The streets are packed with people young and old in Dodgers jerseys or Raiders jackets — L.A. Raiders, that is. Some wear white socks pulled up high under Dickies shorts. There are shaved heads, tattoos celebrating Chicano culture, bright white Puma sneakers and flannel shirts, with just the top button fastened, over white undershirts.
Dozens and dozens of immaculately restored cars are lined up and roped off, as people pose for photographs in front of the shiny chrome grills.
A mariachi band on a stage blasts music to the crowd. The vibe is very East L.A.--but the location nowhere near Whittier Boulevard.
“Hey — what’s all this?” asks a woman passing by in a family sedan that looks very out of place.
“Festival Lowrider,” someone says, pronouncing the word slowly in Portuguese — Lo Hi Der. He moves his outstretched hand up and down to mimic the hydraulic bounce of the cars featured in old rap videos.
“Oh, yeah, lowriders,” says the woman. “Nice.”
Actually, better than nice. Residents of Latin America’s largest city have created a Brazilian version of Eastside car culture, capturing the music, the clothing and, most of all, those gleaming cars.
Many people in Sao Paulo might know what a lowrider is, but within the festival grounds, the culture born in the Latino barrios of Los Angeles in the 1940s and 1950s has been reproduced so authentically that only the truly dedicated recognize every hidden reference.
In place of a license plate, a bright red station wagon features iconic art of the smiling cat from the Felix Chevrolet dealership more than 6,000 miles away in downtown Los Angeles.
Did this car actually come from California?
“No, no, of course not,” says Rafael Ambrosio, a member of a local lowrider club and one of the event organizers. “Almost none of us have ever actually been to the U.S. But L.A. is our inspiration, so we know all the symbols. They reproduced that sign down here.”
Ambrosio greets friends as he makes his way through the festival. To his left are a couple of dozen sparkling lowrider bicycles, tricked out more for show than for use. To his right are more than two dozen people lined up at a food truck to order tacos that in contrast to those usually served in Brazil are authentically Mexican.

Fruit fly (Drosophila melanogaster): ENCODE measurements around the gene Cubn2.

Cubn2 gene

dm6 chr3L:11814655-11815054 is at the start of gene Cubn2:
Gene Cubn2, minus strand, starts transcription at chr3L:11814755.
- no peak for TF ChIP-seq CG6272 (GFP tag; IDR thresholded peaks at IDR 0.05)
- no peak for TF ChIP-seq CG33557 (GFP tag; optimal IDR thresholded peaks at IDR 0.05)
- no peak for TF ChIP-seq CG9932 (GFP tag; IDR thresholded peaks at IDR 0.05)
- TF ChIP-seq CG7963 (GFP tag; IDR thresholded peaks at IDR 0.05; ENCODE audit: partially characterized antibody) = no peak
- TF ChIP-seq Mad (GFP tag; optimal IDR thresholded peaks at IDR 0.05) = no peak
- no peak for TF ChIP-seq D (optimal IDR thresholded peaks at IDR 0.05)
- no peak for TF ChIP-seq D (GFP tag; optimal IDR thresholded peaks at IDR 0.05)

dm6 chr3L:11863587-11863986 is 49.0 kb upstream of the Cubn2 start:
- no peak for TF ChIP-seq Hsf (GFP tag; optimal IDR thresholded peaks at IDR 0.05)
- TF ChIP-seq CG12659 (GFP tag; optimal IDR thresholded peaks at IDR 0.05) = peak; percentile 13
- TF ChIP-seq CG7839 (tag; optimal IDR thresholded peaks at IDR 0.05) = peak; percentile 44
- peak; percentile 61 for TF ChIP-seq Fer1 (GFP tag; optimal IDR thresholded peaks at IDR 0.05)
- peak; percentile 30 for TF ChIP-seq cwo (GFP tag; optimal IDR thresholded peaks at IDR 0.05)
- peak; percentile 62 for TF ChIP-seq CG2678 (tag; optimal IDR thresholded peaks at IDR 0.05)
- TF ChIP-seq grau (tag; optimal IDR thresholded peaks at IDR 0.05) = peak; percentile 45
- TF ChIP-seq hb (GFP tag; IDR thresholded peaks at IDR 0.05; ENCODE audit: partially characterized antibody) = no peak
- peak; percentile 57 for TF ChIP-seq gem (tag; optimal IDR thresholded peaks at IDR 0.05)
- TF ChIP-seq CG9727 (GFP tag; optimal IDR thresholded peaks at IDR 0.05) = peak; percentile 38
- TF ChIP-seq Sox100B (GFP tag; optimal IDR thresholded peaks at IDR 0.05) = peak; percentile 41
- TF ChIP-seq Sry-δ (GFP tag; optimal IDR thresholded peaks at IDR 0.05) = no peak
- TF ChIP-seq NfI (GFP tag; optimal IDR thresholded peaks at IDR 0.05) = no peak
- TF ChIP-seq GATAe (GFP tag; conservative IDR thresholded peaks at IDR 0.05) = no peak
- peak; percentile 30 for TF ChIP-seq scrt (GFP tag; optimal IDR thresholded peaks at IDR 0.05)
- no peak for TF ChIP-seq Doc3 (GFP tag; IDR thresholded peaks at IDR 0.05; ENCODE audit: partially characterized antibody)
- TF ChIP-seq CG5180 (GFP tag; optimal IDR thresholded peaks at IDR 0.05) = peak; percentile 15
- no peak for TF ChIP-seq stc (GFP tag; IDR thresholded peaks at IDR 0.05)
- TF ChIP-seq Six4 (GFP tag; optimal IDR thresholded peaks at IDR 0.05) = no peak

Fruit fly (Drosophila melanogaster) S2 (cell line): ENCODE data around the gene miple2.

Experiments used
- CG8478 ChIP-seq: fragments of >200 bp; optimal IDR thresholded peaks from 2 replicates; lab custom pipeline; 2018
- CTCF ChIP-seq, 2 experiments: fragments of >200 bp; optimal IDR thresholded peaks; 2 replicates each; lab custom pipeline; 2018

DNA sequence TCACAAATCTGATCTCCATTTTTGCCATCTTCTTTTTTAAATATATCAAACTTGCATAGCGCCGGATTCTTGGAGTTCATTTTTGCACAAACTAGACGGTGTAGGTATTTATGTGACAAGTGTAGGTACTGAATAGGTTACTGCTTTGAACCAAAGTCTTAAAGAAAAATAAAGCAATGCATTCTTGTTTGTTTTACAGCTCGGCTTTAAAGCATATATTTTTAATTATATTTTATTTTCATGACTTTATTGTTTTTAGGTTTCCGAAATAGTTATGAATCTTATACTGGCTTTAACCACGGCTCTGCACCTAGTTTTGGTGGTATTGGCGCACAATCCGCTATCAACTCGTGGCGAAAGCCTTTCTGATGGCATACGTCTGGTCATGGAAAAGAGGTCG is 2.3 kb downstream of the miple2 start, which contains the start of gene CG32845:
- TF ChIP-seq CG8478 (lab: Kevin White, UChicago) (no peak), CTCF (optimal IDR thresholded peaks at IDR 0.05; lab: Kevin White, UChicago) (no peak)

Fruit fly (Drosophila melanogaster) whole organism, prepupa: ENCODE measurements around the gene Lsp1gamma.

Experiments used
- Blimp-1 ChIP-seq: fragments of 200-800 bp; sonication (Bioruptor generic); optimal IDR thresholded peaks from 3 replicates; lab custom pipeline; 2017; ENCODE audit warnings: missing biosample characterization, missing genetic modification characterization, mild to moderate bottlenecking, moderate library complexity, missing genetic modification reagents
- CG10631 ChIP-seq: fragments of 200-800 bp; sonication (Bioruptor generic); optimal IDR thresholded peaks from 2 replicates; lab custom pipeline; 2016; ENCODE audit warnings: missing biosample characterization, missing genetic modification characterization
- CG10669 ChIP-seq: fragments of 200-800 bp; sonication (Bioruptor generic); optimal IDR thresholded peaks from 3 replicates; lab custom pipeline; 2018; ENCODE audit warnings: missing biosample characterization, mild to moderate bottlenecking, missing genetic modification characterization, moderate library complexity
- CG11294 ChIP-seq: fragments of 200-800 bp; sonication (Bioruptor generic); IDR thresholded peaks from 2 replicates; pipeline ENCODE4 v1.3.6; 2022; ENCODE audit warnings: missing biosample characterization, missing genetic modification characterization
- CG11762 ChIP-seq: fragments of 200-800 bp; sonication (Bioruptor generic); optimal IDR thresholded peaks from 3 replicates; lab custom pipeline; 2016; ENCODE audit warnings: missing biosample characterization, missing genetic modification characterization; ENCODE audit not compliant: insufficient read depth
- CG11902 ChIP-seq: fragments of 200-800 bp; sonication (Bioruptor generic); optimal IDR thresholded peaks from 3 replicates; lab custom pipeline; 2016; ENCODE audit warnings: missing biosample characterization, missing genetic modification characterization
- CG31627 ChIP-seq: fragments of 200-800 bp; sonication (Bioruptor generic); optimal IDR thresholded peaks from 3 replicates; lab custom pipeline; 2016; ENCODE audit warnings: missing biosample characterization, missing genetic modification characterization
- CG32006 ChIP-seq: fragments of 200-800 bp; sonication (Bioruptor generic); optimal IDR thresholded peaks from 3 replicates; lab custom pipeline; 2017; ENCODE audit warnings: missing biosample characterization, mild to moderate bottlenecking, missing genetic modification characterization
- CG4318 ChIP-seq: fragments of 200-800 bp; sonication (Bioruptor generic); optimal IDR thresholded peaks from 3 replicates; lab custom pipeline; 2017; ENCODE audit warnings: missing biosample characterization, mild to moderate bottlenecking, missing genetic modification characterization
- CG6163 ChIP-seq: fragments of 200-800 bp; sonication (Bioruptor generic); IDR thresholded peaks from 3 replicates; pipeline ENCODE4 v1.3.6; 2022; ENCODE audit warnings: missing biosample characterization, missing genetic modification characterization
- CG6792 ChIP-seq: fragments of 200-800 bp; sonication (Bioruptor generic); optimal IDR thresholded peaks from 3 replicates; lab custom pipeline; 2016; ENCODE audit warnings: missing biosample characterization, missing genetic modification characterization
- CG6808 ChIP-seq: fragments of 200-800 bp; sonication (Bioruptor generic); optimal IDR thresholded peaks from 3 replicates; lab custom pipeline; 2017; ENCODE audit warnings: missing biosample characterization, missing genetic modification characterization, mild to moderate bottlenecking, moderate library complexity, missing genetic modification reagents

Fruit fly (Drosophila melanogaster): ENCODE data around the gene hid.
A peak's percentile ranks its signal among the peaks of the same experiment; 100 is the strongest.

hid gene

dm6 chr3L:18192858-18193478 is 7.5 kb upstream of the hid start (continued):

He admires a bright red 1974 Monte Carlo. Two huge flags on poles emerging from the windows blow in the wind — one Mexican and one Brazilian. One side of the car features an L.A. logo in the font used by the Dodgers.
The car belongs to Jose Americo Crippa. Known to his friends as Tata, he helped import the lowrider scene to Brazil.
He was living in Miami in the mid-1990s, by his own account not doing much at all, when he saw his first lowrider and was intrigued. After spotting a copy of Lowrider Magazine at a drugstore, he was hooked.
“It’s a culture that adds so much to the city,” he says. “It helps the kids to forget a bit about drugs and crime, and instead they focus on art. It’s art practiced on cars and bicycles.”
“We’re Latinos,” he adds. “We’re not the exact same type of Latinos as the Chicanos, since they are far away and different but we feel deep similarities.”
He’s visited Los Angeles several times to deepen his knowledge, appeared in the magazine and starred on a Brazilian television program called “Lowrider.” The show inspired a Sao Paulo state politician to launch a legislative campaign to establish “Lowrider Culture Week.”
The legislature did so in late 2015, choosing dates around the Cinco de Mayo holiday celebrated in Mexico and by many Mexican Americans. The state even provides funding to the festival.
As in Los Angeles, most lowrider events in Sao Paulo are outside the wealthy city center. But there are aficionados from many backgrounds and classes.
An older woman, accompanied by a young boy, makes her way through an outdoor exposition of photographs of Los Angeles. They find the red car with the Mexican flag and stop to marvel at it.
Behind them, another food truck, “Cadillac Burger,” serves hamburgers and guacamole in plastic baskets lined with reproductions of the Feb. 26, 1942, edition of the Los Angeles Times.
We’re not the exact same type of Latinos as the Chicanos, since they are far away and different but we feel deep similarities.
Jesus Camarena, a 36-year-old artist in an oversized white T-shirt, asks for a burger in a combination of English and Spanish. The cashier, wearing a bandanna on her head, speaks neither but eventually figures out what he wants.
Camarena, who goes by the name Swing, is visiting from his home in Anaheim. The festival flew him to Brazil to engrave signs and car parts.
The scene reminds him of growing up in Southern California, he says: “Seeing lowrider culture in Sao Paulo is like having deja vu.”
Bevins is a special correspondent.